Innovating During and Post-Crisis: How to Keep the Momentum


Although the pandemic results have been catastrophic in many ways, it’s important to remember that massive periods of transformation also pave the way for innovation. Around 90% of executives say they expect the pandemic to change the way they do business for at least five years. Over three-quarters of all leaders also said the pandemic would create new growth opportunities.

Here’s how companies can continue to innovate post-pandemic.

Use Customer Insights to Discover Opportunities

Over the last year, you’ve likely collected a lot of information from your customers and about your audience. Use what you know about your customer’s needs, competitors, and your changing marketplace to determine where your new strategy for innovation should begin.

For instance, if you noticed during the pandemic people were looking for faster delivery speeds and better order tracking when buying products online, build on that trend in the years ahead.

The most effective strategies for growth will start by pinpointing a significant customer need or pain point and working backward to find the technology that might help. Having a specific issue you want to address will also make it easier to measure the potential gain for your business and customers.

Foster a Culture of Innovation

First, make sure to properly engage your employees at every step of the way. Remember, only around 41% of employees were actively engaged during 2020. It’s often difficult for staff to stay focused during difficult times. To keep staff engaged going forward, you’ll need to make sure you’re constantly communicating with your teams, offering recognition, and responding to their needs.

Once the right strategy is in place for engagement, enable strong communication through various channels like video, audio, and chat, so teams can constantly come together and collaborate on new ideas. You can also encourage active innovation by bringing employees together for group meetings to brainstorm solutions to problems.

Make sure everyone has a way to share their ideas with the group — even if they want to submit suggestions anonymously, and never undermine an idea.

Create a Feedback Loop

The best way to determine when it might be time to implement a change is to develop strategies for collecting information about your audience, your market, and your team. Encourage your staff members to provide feedback on how you can improve their remote working experience or help them to feel more supported in a new age of work.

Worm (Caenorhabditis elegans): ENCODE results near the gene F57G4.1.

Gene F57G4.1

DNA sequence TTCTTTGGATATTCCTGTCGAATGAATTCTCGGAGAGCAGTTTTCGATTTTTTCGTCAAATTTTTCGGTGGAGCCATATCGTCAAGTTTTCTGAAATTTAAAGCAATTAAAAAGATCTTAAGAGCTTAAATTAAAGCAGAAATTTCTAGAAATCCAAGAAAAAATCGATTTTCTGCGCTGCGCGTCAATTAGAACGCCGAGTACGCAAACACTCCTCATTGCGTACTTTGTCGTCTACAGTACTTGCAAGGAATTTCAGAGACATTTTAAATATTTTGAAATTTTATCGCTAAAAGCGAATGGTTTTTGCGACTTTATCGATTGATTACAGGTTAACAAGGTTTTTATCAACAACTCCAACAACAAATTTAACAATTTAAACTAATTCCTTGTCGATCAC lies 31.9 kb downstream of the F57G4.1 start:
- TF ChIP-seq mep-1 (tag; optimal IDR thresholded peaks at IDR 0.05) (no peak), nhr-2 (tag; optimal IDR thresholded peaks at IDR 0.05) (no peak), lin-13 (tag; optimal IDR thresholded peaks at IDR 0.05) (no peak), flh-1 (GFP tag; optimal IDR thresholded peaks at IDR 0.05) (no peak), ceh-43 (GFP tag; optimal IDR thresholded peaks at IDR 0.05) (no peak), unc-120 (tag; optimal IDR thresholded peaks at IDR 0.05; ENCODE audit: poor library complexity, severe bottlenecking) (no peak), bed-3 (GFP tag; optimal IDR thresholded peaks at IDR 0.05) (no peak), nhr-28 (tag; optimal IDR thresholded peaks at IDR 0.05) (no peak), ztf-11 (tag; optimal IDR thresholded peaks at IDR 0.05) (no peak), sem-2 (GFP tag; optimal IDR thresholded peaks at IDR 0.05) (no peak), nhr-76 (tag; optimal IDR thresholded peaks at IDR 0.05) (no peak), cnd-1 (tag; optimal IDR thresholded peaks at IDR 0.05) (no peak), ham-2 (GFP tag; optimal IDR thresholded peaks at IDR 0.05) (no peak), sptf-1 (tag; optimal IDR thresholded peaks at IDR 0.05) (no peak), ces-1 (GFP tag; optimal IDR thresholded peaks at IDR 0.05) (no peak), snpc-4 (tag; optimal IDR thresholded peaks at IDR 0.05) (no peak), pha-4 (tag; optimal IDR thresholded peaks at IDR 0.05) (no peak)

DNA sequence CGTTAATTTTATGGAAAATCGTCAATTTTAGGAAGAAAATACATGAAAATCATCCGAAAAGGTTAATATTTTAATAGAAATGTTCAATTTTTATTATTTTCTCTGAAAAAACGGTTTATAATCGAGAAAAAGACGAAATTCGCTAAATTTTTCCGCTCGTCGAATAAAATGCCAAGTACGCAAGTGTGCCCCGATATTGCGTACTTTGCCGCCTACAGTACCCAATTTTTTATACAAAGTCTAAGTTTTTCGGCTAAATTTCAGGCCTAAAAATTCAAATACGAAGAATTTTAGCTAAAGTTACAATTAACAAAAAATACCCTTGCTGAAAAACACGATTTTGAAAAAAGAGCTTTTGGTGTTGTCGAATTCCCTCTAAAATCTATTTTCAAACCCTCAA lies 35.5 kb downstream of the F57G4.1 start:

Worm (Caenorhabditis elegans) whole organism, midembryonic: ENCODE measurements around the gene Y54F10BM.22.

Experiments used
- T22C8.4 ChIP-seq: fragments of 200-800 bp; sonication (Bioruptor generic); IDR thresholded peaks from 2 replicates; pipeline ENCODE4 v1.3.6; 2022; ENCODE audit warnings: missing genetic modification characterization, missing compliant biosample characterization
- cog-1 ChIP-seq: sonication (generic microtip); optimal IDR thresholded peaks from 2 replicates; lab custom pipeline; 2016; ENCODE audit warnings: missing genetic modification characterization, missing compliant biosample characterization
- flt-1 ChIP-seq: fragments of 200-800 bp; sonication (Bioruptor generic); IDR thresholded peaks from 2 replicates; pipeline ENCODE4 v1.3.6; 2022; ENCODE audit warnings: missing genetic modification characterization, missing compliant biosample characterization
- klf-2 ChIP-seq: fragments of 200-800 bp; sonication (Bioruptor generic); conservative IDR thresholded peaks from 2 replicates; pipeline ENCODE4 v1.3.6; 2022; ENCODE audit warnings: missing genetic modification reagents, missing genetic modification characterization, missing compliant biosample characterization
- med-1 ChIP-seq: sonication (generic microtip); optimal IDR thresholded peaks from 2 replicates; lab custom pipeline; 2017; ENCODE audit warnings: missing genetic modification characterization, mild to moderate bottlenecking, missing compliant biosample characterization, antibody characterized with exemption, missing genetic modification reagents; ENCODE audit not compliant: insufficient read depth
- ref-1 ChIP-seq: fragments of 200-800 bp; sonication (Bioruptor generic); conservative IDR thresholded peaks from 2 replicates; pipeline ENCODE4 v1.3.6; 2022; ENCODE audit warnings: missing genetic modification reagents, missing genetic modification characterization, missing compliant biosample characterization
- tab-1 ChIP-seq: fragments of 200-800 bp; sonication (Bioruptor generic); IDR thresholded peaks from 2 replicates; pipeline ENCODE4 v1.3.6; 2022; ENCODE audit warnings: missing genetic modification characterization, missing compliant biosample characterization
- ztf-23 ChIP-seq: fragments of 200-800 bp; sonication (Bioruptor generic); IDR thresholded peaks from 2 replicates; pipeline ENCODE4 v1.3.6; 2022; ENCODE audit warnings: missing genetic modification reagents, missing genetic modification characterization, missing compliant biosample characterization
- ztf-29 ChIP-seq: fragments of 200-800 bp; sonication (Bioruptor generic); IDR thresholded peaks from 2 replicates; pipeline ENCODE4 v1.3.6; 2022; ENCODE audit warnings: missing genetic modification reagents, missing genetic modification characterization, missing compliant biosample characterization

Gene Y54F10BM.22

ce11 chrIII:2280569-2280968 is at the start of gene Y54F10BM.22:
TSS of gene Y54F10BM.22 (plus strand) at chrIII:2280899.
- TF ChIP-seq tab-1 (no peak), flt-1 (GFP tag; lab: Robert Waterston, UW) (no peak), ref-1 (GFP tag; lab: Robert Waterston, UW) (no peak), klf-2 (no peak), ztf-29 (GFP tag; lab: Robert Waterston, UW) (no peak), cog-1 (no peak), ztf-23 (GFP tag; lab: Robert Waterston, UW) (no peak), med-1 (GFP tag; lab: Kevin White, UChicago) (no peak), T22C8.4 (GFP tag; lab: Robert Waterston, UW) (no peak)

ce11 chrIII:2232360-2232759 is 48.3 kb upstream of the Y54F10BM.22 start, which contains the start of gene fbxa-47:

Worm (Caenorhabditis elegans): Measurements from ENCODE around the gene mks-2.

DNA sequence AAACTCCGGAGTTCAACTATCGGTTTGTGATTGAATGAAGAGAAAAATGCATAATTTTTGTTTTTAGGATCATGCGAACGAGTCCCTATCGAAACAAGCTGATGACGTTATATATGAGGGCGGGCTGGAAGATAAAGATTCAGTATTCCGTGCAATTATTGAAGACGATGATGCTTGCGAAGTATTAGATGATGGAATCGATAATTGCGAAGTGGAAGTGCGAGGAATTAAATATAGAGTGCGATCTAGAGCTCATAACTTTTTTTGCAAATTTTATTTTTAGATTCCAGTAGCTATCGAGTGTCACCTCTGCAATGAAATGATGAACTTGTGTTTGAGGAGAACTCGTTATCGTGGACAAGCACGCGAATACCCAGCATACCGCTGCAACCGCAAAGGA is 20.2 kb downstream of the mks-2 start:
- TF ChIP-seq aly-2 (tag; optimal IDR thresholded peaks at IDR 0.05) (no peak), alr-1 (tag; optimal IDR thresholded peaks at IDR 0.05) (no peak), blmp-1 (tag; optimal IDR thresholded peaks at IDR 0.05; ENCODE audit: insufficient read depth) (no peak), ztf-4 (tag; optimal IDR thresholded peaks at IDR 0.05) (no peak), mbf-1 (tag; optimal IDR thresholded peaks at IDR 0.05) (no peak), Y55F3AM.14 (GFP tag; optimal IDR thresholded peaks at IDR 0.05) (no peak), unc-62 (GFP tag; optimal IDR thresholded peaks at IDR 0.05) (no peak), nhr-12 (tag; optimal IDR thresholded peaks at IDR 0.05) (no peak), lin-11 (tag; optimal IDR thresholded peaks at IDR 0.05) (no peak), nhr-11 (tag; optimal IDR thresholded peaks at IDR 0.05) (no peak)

Keep an eye on your industry and use tracking tools to monitor conversations that employees or other businesses might have about your brand. Don’t forget to watch your competition too — they can offer an insight into opportunities you’re missing. Give your customers a way to give their insights and feedback too. Host polls asking your clients about the most important new features they’d like to see in your product or what kind of issues they’re facing in the current environment. This will help you to better understand what your customer needs so that you can adapt accordingly.

The more data you collect, the more you can ensure any future innovation investments you make are going to deliver the right ROI.

Crowdsourcing ideas from a diverse group of experts can significantly contribute to your business innovation success.

However, not all businesses have the resources and software to implement crowdsourcing campaigns on a large scale. IdeaScale can solve such problems and help you implement crowdsourcing campaigns that are sure to bring your business to the next level.

Keep Your Eye on the Future

The information you collect from your feedback loops will help with this, as will a certain capacity for risk. You’ll need to be prepared to make changes from time to time and learn from your customer’s response. Encourage all of your team to take the same approach. The more you look ahead of the current trends, the more likely it is that you’ll end up one step in front of the competition.

Innovating Post-Pandemic

If that’s the case for you, it might feel like you don’t have the capacity to be creative and pioneering right now.

However, with the tips above, you can encourage ongoing innovation from your team and boost your chances of long-term growth.

Lisa Michaels is a freelance writer, editor, and a thriving content marketing consultant from Portland. Being self-employed, she does her best to stay on top of the current trends in business and tech. Feel free to connect with her at

This article was originally published on the IdeaScale blog here.

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